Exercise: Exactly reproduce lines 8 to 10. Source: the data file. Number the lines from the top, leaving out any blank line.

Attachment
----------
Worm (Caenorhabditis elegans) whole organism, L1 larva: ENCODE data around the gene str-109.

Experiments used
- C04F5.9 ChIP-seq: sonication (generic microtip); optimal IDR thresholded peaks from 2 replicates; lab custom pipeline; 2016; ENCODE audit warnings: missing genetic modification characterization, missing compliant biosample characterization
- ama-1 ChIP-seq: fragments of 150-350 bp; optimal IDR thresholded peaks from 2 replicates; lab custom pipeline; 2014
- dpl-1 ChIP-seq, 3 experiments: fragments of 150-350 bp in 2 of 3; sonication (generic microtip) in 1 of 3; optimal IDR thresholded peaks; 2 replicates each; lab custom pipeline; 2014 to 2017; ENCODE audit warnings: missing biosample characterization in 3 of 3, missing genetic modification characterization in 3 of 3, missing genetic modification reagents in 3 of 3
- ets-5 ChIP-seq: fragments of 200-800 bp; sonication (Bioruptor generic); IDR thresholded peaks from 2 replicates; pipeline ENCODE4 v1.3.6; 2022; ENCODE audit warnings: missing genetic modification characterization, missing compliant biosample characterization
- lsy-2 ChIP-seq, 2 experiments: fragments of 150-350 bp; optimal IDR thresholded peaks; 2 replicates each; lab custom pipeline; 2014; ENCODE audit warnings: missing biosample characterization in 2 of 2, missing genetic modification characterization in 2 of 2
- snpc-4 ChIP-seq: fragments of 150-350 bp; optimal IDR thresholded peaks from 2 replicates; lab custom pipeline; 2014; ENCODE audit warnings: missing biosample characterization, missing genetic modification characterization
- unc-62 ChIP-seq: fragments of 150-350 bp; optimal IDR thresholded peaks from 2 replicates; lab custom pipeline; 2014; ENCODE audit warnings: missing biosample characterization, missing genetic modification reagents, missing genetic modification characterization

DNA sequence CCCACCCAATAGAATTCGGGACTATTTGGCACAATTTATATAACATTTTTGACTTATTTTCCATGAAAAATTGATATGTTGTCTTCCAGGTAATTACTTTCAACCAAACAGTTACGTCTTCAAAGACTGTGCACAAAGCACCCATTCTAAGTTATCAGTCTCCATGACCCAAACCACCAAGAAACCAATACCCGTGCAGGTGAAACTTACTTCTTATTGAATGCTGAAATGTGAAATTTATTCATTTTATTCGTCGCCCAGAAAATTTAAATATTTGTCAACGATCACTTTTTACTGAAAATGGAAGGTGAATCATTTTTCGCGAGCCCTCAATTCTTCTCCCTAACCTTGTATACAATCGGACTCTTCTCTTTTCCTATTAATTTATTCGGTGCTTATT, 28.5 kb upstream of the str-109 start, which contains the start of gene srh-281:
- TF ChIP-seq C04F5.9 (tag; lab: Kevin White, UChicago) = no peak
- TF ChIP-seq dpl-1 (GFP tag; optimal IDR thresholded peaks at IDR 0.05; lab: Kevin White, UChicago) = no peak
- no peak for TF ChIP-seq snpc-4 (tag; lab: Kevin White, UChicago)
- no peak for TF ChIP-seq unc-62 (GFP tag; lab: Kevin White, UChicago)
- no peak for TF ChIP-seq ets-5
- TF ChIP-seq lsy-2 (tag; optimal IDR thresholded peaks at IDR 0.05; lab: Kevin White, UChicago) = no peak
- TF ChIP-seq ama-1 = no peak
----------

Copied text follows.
- snpc-4 ChIP-seq: fragments of 150-350 bp; optimal IDR thresholded peaks from 2 replicates; lab custom pipeline; 2014; ENCODE audit warnings: missing biosample characterization, missing genetic modification characterization
- unc-62 ChIP-seq: fragments of 150-350 bp; optimal IDR thresholded peaks from 2 replicates; lab custom pipeline; 2014; ENCODE audit warnings: missing biosample characterization, missing genetic modification reagents, missing genetic modification characterization

DNA sequence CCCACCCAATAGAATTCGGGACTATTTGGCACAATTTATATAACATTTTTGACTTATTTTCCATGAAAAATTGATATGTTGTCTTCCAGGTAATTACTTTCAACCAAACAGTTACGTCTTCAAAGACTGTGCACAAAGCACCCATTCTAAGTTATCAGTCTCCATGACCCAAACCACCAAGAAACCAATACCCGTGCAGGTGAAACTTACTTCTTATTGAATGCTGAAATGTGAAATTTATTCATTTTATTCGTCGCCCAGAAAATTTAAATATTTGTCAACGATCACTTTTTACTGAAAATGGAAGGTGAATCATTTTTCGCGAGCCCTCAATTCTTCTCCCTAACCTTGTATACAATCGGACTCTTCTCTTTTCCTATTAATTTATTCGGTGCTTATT, 28.5 kb upstream of the str-109 start, which contains the start of gene srh-281: